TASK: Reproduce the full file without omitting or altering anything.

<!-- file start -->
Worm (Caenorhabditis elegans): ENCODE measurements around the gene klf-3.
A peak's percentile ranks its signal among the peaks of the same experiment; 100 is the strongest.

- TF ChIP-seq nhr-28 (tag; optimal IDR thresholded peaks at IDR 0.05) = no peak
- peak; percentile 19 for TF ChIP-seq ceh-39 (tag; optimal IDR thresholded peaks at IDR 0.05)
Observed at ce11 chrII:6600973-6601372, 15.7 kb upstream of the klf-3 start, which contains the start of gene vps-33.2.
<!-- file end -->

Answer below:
Worm (Caenorhabditis elegans): ENCODE measurements around the gene klf-3.
A peak's percentile ranks its signal among the peaks of the same experiment; 100 is the strongest.

- TF ChIP-seq nhr-28 (tag; optimal IDR thresholded peaks at IDR 0.05) = no peak
- peak; percentile 19 for TF ChIP-seq ceh-39 (tag; optimal IDR thresholded peaks at IDR 0.05)
Observed at ce11 chrII:6600973-6601372, 15.7 kb upstream of the klf-3 start, which contains the start of gene vps-33.2.